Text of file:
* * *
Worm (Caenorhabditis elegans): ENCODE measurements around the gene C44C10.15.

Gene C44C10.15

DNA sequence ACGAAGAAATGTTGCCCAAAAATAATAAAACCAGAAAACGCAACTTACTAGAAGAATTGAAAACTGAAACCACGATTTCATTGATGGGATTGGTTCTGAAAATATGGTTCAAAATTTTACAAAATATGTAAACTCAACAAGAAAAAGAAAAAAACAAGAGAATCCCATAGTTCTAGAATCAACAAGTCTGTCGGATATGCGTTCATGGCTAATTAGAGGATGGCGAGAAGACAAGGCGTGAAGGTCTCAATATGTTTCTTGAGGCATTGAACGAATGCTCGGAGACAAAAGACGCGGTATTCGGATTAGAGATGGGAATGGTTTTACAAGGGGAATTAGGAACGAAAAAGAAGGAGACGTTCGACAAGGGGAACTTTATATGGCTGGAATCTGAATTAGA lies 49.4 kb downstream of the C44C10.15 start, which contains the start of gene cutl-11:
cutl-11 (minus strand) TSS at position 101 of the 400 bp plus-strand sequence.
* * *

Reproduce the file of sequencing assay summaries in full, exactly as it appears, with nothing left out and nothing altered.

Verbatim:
Worm (Caenorhabditis elegans): ENCODE measurements around the gene C44C10.15.

Gene C44C10.15

DNA sequence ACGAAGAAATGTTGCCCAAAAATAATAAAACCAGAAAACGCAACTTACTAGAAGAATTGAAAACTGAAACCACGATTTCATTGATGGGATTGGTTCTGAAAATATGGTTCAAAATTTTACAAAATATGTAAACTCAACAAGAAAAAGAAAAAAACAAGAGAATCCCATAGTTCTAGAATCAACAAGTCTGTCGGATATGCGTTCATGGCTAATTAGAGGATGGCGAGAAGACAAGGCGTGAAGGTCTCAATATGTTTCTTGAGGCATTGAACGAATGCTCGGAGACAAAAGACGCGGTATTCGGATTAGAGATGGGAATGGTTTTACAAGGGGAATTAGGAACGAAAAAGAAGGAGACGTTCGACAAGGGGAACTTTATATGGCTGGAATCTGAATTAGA lies 49.4 kb downstream of the C44C10.15 start, which contains the start of gene cutl-11:
cutl-11 (minus strand) TSS at position 101 of the 400 bp plus-strand sequence.